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Monday, September 22, 2014
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Published: Sunday, 7/20/2003

The demon of political correctness

I couldn't agree more with the July 7 editorial regarding the Michigan PC Police, aka Michigan's board of education and its attack on Indian nicknames. Oops, make that Native American, not Indian.

Once again, the demon of political correctness has reared its head. Somewhere along the line, many Americans have become self-appointed experts on the imaginary constitutional right not to be offended. Unfortunately some of these same people end up in offices of power and try to enforce this false birthright. It's so easy for these PC Police to stand on the good side of the line and point at the bad guys.

However, the problem with the line of political correctness is that it is constantly moving closer. Once the extremely offensive voices have been silenced, the line moves in to silence the moderately offensive voices.

Before they know it, the PC Police look down and find the line has moved past them and now they are being pointed at over some activity or opinion that offends someone else. By that time it's too late for them.

Maybe all these offended people need to take a look at the big picture. If the biggest battle they have to fight is over being offended, they should just sit back and enjoy life; they've got it made by that point.

Somehow the PC Police, or as George Orwell put it, the Thought Police, have to be stopped before everything is on the banned list because someone is offended.

Personally I refer to them as PC Nazis because they are trying to create a mentally pure society to fit their mold of perfection. And if the term PC Nazi offends them, too bad. Sorry if the truth hurts.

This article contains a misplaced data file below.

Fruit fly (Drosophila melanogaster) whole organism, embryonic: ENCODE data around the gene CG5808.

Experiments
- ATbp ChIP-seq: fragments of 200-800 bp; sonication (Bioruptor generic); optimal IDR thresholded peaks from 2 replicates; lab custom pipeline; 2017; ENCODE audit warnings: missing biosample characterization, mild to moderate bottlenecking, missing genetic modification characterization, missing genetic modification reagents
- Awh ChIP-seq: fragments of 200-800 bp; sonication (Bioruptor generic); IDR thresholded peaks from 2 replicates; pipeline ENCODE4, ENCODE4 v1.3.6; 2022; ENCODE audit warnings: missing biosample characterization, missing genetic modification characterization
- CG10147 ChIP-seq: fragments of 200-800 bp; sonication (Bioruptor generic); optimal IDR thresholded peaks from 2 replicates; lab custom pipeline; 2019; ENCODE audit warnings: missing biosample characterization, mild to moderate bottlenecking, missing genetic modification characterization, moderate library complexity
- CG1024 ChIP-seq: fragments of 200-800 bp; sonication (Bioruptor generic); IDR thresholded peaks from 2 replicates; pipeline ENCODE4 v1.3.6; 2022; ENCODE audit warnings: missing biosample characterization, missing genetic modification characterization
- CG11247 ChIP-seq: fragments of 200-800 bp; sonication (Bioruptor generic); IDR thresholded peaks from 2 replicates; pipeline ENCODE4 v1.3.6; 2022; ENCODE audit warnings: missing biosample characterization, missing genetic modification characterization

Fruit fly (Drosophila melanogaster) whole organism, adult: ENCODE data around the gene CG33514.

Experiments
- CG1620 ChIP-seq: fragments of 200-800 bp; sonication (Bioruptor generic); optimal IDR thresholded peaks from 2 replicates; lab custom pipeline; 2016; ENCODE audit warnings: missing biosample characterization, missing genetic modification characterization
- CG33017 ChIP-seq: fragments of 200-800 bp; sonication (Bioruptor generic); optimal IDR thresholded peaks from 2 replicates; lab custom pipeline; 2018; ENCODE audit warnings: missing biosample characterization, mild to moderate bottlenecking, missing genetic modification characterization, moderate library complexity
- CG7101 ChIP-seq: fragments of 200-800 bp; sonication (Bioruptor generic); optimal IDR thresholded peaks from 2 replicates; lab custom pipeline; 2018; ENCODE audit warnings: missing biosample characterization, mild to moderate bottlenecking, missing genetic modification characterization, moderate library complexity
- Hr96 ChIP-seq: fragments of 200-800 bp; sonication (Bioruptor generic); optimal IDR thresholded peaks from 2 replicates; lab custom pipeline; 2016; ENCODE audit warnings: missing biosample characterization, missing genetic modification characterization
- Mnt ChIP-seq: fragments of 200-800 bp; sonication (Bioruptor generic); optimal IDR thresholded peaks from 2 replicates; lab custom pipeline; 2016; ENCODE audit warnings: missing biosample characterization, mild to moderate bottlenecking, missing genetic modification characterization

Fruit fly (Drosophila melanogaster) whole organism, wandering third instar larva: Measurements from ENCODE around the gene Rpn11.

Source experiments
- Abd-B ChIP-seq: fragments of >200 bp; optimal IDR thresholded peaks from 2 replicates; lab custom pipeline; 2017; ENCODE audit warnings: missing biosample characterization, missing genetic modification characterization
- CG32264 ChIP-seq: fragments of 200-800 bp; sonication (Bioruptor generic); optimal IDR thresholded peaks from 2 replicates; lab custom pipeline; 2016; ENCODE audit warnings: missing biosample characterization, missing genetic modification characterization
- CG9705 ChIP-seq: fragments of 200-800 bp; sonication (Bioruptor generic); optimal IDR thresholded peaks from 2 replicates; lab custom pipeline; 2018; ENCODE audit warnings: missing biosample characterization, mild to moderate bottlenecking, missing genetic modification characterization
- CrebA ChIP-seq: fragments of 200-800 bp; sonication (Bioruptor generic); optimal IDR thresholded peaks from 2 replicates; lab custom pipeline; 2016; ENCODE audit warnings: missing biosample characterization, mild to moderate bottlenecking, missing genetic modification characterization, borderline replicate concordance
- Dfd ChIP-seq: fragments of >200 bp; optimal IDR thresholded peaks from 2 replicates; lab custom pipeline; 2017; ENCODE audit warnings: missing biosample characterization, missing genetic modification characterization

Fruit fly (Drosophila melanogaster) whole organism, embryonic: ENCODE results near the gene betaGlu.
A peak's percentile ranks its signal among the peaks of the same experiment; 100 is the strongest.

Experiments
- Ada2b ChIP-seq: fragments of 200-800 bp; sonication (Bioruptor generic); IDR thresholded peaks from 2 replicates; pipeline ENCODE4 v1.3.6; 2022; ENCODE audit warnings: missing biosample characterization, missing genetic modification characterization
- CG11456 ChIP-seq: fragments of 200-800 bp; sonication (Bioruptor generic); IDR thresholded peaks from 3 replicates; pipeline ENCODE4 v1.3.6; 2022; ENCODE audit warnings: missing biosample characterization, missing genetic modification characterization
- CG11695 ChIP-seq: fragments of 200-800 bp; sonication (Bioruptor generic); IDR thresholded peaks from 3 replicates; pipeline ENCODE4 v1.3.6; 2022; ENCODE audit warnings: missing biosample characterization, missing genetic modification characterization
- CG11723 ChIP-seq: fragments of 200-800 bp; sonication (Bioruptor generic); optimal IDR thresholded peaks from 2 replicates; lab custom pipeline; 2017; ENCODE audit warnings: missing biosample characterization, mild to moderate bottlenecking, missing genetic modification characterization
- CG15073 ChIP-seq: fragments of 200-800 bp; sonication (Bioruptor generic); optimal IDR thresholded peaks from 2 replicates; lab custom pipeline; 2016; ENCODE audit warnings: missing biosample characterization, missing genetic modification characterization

MARK J. HARRELL

Maumee

I read the June 25 article, “Conflict expected over Great Lakes water.” Fifteen years earlier The Blade printed an op-ed piece I wrote regarding fresh water. Ironically, all of the issues that were discussed in that column apply more so today.

The value of fresh water now exceeds the value of oil and gasoline. Today, if you visited any service station in the nation, it would cost you more per gallon to buy bottles of fresh water than it would to buy a gallon of gasoline.

The Great Lakes represents the largest source of fresh water in the entire world. In most of our lifetimes, we will probably find a way to become less dependent on fossil fuels, but we will never become less dependent on water.

The demand for fresh water will continue to increase to the point that the Great Lakes will experience greater economic benefit from the proximity of our fresh water than all the oil-rich nations in the world do from the oil.

We cannot become complacent in our efforts to protect this valuable resource. There will be ever-increasing economic/political pressure on the Great Lakes states and Canada to allow access to the water. Not only should we protect our economic right to the Great Lakes, but we must also be mindful that in mismanaging this resource, we could disrupt our entire ecology and weather if the Great Lakes' water is overly harvested.

I would recommend that The Blade educate the public and the elected officials as to the importance of managing this resource.

BRIAN W. McMAHON

President

Danberry National

Your July 5 editorial, “90 days to get it done," discussed the so-called Israeli-Palestinian breakthrough. Palestinian militants have evidently pledged to not attack Israelis for 90 days. No mention is made of Israeli “targeting” of militants, nor of widespread Israeli demolition of houses, and economically choking checkpoints and closures.

Militancy by either side is in a word counterproductive. Israeli and Palestinian families and their children alike have a right to expect to go out the front door of their homes without worry about their survival.